Minnesota Updates Lawsuit Over Retail Store's Gun Sales

AP Photo/Alan Diaz, File

There is a profound difference between a civil and criminal trial. For one thing, the burden of proof in a civil trial is much lower, meaning that if I sue you, I don't necessarily have to prove anything beyond a reasonable doubt.


That's why I always get suspicious of people filing lawsuits on matters that sure sound criminal; things like lawsuits over supposed straw sales of firearms, for example.

In Minnesota, Attorney General Keith Ellison has apparently been suing a retail chain over their firearm sales. That lawsuit just got an update.

Minnesota Attorney General Keith Ellison has updated a lawsuit against the Fleet Farm retail chain to include allegations that the retailer violated the state's gun control law by repeatedly selling firearms to "straw purchasers" who funneled the guns to felons barred from owning them.

U.S. Magistrate Judge John Docherty last week allowed the state to amend its original lawsuit, first filed in 2022, to include the new charge after the Minnesota Supreme Court clarified the scope of Ellison's investigation and enforcement authority in a ruling in an unrelated case.

In a memo to the court, Assistant Attorney General Eric Maloney wrote that Fleet Farm violated the Minnesota Gun Control Act "by transferring firearms to straw purchasers Fleet Farm knew or had reason to know were buying firearms for others, because each of the straw buyers falsely represented that they were the actual buyer in connection with each individual sale."

Minnesota is now seeking civil penalties for each violation of the gun control act and the state's public nuisance statute. Penalties can range as high as $25,000 per violation. 


The new allegations join existing claims that Fleet Farm acted negligently.

Todd Noteboom, an attorney representing Fleet Farm, argued in filings that Ellison has not alleged that a Fleet Farm store ever failed to require a customer to complete federally required paperwork for firearm transactions, nor did it claim Fleet Farm sold any firearms without receiving the go-ahead from the FBI's background check system.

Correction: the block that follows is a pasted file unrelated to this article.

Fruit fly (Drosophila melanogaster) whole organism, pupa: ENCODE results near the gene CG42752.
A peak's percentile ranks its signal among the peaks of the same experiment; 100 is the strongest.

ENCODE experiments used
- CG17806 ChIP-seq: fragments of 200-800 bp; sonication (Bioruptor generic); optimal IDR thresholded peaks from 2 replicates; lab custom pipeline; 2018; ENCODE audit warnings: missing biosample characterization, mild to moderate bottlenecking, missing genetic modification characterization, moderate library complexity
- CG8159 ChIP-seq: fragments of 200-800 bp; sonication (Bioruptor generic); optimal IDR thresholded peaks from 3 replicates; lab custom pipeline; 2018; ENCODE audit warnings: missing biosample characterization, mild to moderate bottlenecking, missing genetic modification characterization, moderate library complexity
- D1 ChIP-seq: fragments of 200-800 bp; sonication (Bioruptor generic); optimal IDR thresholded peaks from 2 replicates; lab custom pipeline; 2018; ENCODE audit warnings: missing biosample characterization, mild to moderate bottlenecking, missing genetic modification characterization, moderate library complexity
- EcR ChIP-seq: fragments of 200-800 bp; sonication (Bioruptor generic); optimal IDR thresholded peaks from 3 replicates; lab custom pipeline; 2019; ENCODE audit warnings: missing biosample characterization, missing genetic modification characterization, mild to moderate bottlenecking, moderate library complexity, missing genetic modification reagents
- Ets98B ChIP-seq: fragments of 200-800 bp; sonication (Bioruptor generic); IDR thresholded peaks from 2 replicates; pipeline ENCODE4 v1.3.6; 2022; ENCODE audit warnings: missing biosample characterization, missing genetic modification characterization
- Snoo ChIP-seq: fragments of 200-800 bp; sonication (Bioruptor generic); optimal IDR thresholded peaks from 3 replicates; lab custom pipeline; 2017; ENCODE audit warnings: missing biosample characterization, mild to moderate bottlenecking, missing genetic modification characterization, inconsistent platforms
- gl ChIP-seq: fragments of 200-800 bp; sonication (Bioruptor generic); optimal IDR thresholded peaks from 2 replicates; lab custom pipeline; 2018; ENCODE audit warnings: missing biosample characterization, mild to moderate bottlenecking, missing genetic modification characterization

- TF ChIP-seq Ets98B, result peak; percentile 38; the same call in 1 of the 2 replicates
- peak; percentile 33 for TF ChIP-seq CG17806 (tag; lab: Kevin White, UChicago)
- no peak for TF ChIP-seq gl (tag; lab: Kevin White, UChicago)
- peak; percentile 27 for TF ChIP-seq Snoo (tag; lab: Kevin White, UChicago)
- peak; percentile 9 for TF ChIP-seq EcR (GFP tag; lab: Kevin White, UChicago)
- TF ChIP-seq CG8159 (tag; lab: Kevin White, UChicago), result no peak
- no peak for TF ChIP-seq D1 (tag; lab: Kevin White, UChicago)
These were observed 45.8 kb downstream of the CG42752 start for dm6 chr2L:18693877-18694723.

"In fact, plaintiff alleges nothing about Fleet Farm's firearm policies in either the operative complaint or the proposed amended complaint," Noteboom wrote. "Instead, plaintiff contends Fleet Farm should be held civilly liable for unspecified societal harms based on the unforeseeable criminal conduct that purportedly followed from firearm sales to two individuals: Sarah Elwood and Jerome Horton."


Those two individuals have already been convicted in a federal criminal case and both admit to deceiving Fleet Farm as to who exactly the gun was for. 

But Ellison's efforts here aren't really about wrongdoing. Someone broke the law and was punished for it. Anyone else breaking the law should be prosecuted if there's sufficient evidence for such a thing.

Only Ellison knows there isn't, so he's heading to civil court to try and punish Fleet Farm; not for failing to spot a straw purchase or anything of the sort, but for selling guns, and under the PLCAA, he's only got a handful of avenues he can take. Alleging wrongdoing for straw sales is one of those few.

He's also hoping that the burden of proof being lower will work in his favor since he knows that he can't convict anyone working at Fleet Farm for knowingly conducting a straw purchase. He can't show where anyone did anything wrong. He's just hoping anti-gun sentiment runs strongly enough in Minnesota that he can punish the chain harshly enough that it'll rethink gun sales.

That's all any of these lawsuits are about.

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